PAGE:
BEIJING — The anguished hours had turned into a day and a half. Fed up with awaiting word on the missing Malaysia Airlines plane, relatives of passengers in Beijing lashed out at the carrier with a handwritten ultimatum and an impromptu news conference.
Faced with an emergency, the airline said it was doing all it could to answer questions about Flight MH370, which disappeared from radar Saturday with 239 people aboard while heading from Kuala Lumpur to Beijing. The uncertainty over the plane’s whereabouts was frustrating relatives, but also hindering the carrier’s ability to respond: It’s difficult to deliver a clear message with so much still unclear.
From a room set aside at a hotel near the Beijing airport, a man with a black shirt emerged with a statement signed by about 100 of the relatives, saying that unless the carrier could give them some clarity, they would take their complaints to the Malaysian Embassy.
“We don’t believe Malaysia Airlines anymore. Sorry everyone, we just don’t believe them anymore,” the man, who refused to give his name, told a crowd of reporters Sunday.
By this time, the airline already had dispatched dozens of caregivers to Beijing and assigned one to each family, provided accommodation, food, transport and financial assistance. It said it was providing regular updates despite a lack of information about the plane.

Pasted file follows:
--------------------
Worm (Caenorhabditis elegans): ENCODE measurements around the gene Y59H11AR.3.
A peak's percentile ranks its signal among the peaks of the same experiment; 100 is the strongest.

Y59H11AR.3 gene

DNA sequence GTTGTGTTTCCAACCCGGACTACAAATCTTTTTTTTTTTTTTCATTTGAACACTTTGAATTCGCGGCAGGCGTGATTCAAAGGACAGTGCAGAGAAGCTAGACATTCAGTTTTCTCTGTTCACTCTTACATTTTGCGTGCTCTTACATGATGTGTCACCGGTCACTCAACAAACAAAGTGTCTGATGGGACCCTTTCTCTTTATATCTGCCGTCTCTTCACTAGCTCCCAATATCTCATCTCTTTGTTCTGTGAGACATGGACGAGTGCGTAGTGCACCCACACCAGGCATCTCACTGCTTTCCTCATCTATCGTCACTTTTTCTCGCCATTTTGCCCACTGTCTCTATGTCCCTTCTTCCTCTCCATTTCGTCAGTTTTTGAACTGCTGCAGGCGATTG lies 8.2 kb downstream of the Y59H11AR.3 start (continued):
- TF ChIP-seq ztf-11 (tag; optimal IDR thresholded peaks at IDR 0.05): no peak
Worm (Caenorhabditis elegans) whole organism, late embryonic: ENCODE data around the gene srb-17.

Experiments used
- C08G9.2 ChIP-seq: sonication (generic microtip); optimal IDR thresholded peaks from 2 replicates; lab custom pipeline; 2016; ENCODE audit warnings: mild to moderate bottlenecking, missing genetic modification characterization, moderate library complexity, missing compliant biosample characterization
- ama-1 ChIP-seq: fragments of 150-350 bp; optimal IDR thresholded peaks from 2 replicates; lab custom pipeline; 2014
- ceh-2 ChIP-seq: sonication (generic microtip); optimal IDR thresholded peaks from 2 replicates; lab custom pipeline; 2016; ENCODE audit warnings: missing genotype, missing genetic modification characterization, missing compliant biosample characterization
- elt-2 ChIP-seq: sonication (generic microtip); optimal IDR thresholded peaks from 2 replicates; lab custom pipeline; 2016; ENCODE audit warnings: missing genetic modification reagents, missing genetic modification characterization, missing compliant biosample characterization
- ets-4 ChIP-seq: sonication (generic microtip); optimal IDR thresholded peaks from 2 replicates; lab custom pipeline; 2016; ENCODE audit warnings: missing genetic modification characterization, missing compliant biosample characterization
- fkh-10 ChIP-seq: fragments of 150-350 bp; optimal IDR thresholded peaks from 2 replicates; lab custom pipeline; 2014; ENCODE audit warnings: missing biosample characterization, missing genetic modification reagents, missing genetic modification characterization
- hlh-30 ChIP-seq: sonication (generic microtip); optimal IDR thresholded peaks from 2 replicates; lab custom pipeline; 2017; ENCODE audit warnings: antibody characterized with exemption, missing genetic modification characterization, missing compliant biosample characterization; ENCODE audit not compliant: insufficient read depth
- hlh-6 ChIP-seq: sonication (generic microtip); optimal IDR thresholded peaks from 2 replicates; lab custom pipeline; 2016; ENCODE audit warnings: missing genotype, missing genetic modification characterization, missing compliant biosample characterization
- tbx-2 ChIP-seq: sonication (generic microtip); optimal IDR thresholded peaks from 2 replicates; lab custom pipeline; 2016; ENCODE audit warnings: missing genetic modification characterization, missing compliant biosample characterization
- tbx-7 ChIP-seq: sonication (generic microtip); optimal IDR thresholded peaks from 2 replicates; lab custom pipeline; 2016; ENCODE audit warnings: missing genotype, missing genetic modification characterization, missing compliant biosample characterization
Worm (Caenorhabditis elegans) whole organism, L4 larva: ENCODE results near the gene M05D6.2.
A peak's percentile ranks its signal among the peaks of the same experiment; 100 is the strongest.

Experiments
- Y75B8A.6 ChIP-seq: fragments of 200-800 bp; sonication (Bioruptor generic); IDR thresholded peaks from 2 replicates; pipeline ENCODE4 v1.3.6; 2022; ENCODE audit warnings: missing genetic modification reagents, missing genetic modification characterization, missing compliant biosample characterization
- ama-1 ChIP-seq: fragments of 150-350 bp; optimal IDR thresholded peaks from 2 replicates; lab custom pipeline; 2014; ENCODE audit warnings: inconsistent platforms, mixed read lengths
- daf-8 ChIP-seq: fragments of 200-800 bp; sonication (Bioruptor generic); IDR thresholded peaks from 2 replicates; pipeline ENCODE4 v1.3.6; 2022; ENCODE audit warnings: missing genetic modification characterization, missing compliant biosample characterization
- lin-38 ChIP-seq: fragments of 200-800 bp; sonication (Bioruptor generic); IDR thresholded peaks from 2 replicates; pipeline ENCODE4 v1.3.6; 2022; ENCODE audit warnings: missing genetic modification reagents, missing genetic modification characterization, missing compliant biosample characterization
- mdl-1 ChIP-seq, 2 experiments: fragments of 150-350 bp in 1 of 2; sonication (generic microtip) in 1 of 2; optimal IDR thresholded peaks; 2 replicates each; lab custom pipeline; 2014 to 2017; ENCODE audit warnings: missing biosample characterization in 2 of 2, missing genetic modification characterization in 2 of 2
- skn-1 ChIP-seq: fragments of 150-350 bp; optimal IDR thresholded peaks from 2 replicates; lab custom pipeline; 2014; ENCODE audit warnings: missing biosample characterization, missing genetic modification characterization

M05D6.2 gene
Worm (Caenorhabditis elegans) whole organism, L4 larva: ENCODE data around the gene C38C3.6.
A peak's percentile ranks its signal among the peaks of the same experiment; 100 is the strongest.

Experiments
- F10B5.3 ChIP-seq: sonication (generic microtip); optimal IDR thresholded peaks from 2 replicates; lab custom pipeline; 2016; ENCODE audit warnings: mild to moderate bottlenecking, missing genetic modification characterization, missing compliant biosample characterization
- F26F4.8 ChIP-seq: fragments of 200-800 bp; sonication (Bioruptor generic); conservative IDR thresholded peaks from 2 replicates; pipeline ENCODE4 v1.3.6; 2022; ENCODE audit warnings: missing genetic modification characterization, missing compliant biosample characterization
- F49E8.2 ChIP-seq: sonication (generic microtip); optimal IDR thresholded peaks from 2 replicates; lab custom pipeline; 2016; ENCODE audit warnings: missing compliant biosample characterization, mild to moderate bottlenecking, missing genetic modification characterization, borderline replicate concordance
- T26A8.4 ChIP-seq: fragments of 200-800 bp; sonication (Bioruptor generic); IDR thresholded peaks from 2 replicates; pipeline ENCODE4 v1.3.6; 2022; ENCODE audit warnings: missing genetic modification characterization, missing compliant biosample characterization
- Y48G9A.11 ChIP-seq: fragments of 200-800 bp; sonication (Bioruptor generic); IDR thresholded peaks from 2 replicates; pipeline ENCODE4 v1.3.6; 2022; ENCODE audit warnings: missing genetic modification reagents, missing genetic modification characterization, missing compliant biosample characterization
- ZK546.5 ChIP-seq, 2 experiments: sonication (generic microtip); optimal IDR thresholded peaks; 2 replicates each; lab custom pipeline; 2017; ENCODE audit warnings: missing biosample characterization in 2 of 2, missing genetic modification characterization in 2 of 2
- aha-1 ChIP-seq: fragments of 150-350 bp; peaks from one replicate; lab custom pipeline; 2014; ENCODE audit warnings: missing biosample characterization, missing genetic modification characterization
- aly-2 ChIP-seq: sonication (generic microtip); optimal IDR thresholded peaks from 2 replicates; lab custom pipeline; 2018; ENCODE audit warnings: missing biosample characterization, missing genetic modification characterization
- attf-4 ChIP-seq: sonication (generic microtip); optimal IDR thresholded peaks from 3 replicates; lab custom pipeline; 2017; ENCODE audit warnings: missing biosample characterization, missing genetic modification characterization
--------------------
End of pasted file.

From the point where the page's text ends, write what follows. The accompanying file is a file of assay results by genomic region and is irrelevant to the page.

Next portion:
But the initial disorder of Malaysia Airlines’ response, and its lack of official contact with relatives in the early going set the tone for the ensuing hours of waiting.
“One of the most important things to remember here,” said Frank Taylor, director of an aviation safety center at Cranfield University in Britain, “is that it’s much easier to stand down staff after an initial over-reaction than to play catch-up after an initial under-reaction.”
The relatives had expected the plane’s arrival at 6:30 a.m. Saturday. About four hours later, a handwritten note was posted on a white board in the arrival hall advising relatives to use a shuttle service to go to the Lido Hotel to await information. “It can’t be good,” said one weeping woman aboard the first bus.
But when the family members got there, they wandered around lost and distressed before hotel staff – apparently unprepared – escorted them into a private area. It was several more hours before an airline spokesman made a brief statement to reporters, providing little information.
“We’re literally trying to find out what happened and until you actually find the aircraft you have no way of knowing what actually went on there,” the airline’s commercial director, Hugh Dunleavy, told The Associated Press on Sunday. “Our main focus has been to come here, meet the families, give them as much information as we can but without raising false hopes.”
Still, passengers’ relatives gathered in Beijing complained that the airline hasn’t been forthcoming with information. Instead of hearing from the carrier, they said, they’ve had to rely on news reports for updates on the search.